Approaching the Throne of Grace with Honesty
It was one of those prayers that come with tears.
It was a while ago, and I was lying in bed before falling asleep—the space and time when I often assess the day with God. Looking back at my successes and failings, hopes and hurts. Asking for forgiveness, for help, for hope in our sometimes–jaded world.
This day I felt vulnerable. There was a new guy on the scene. We'd been out a time or two. And I was intrigued. For me, relational interest doesn't come so much in physical infatuation or we–just–clicked chemistry, but in hearing certain details about a guy and wanting to know more. Wanting to get to the bottom of his story.
It had been more than a year since I'd had such feelings. There had been the blessing of other possibilities. But nothing that had me intrigued. Like this. Like him.
Problem is, I had no idea what he was thinking. Trying to sync up interesting and interested can at times feel downright impossible. As my interest piqued, as my feelings grew, so did my chance to get hurt if he wasn't interested or if we weren't a good fit after all. With each email and phone call and dinner out, I was inching farther out on that limb—and looking down made me realize I had a ways to fall.
The "looking down" didn't come from pessimism so much as from experience. It's just that at this point in our existence as singles, all our romantic relationships have ended. And we all have the bumps and bruises to show for it.
But as a child of God, I know we're not just doomed to grit our teeth and hope for the best. I know we have a Savior and Redeemer looking out for us. So, lying there staring at my ceiling, I asked him to guard my heart. "I'm not saying this has to be 'it,' God. But could you please protect me from a crash and burn?"
As soon as the words escaped my lips, I could almost see them bounce off the ceiling above me and land in a little crumpled heap on the floor. As I contemplated this image, I felt a slow rising of doubt and anger inside me. And surprise at these feelings.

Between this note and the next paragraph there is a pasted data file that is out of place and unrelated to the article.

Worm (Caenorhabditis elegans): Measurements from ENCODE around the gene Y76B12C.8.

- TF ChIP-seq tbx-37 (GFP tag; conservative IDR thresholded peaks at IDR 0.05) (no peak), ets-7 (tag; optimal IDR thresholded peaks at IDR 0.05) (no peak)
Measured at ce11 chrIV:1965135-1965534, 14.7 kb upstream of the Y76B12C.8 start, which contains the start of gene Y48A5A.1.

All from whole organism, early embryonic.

I tried to stay in the moment, to see what would surface in this odd jumble of emotions. After a little while, the words came tumbling out: "You know, the last time I prayed this, I did crash and burn. The one heartbreak I asked you to protect me from, that one specific disappointment is exactly what happened. So bringing this prayer again to you feels futile. You didn't guard my heart then; why should I think you will now?" My silent tears communicated the rest of my hurt.
The words hung in the air. I wondered if they alarmed God as much as they did me. I hadn't realized I was still angry over that old relationship's demise. I hadn't realized my anger had turned toward God.
I hadn't realized what I was feeling until the words spilled out: "I know you're trustworthy, but you don't feel very trustworthy right now."
Sure, I know God isn't Santa, granting the wishes of good boys and girls. But it wasn't as if I'd wished for a pony or a winning lottery ticket. I'd humbly asked not to have my heart shredded. Surely that's in line with the wishes of a loving God.
And I know relationships are risky—that many of the best things in life are out on that limb, requiring courage, effort, and trust. And most assuredly I'm not the only single who's felt this letdown. Many have prayed for God to save a relationship, a marriage, a dying spouse. Only to wind up alone. Alone with a slight feeling of abandonment. "Where were you, God?" we ask in angry or disappointed tones.
Because even when we know that following Christ isn't a free pass from pain, a broken heart still stings. Especially when we've specifically asked to be spared from it.
As I lay there with these old wounds and fresh realizations, I also realized that while I lacked trust, I didn't lack faith. In fact, it was my faith in God's ability to have changed things that birthed the disappointment.
So as my anger and doubt spilled out, I couldn't think of anywhere else to take them. Friends, shopping, exercise, copious amounts of chocolate could all provide temporary relief, but none of them held the power to change anything, including me and my attitudes. I decided to lean into my feeble faith.
I thought of Psalm 139:7–10: "Where can I go from your Spirit? Where can I flee from your presence? If I go up to the heavens, you are there; if I make my bed in the depths, you are there. If I rise on the wings of the dawn, if I settle on the far side of the sea, even there your hand will guide me, your right hand will hold me fast." Not necessarily protect, but guide and hold fast.
In light of these verses, I took my anger and disappointment and distrust to God, knowing he's big enough to handle them all. "You're all I've got," I spoke aloud. "I know in my bones that there's nothing else but you. So here I am, anger and doubt and all. I know there's no guarantee things will turn out any differently this time. But I ask anyway. Please protect my heart. Please show me what I'm supposed to learn in all this. Please bring your will." And echoing the words of Mark 9:24, I said, "I trust; help my distrust."
These words didn't bounce off the ceiling. I felt them float up, and I felt something like relief for saying them. And peace, like a thin blanket, cover me.
So I dried my eyes, rolled over. And finally went to sleep.
Written by Camerin Courtney
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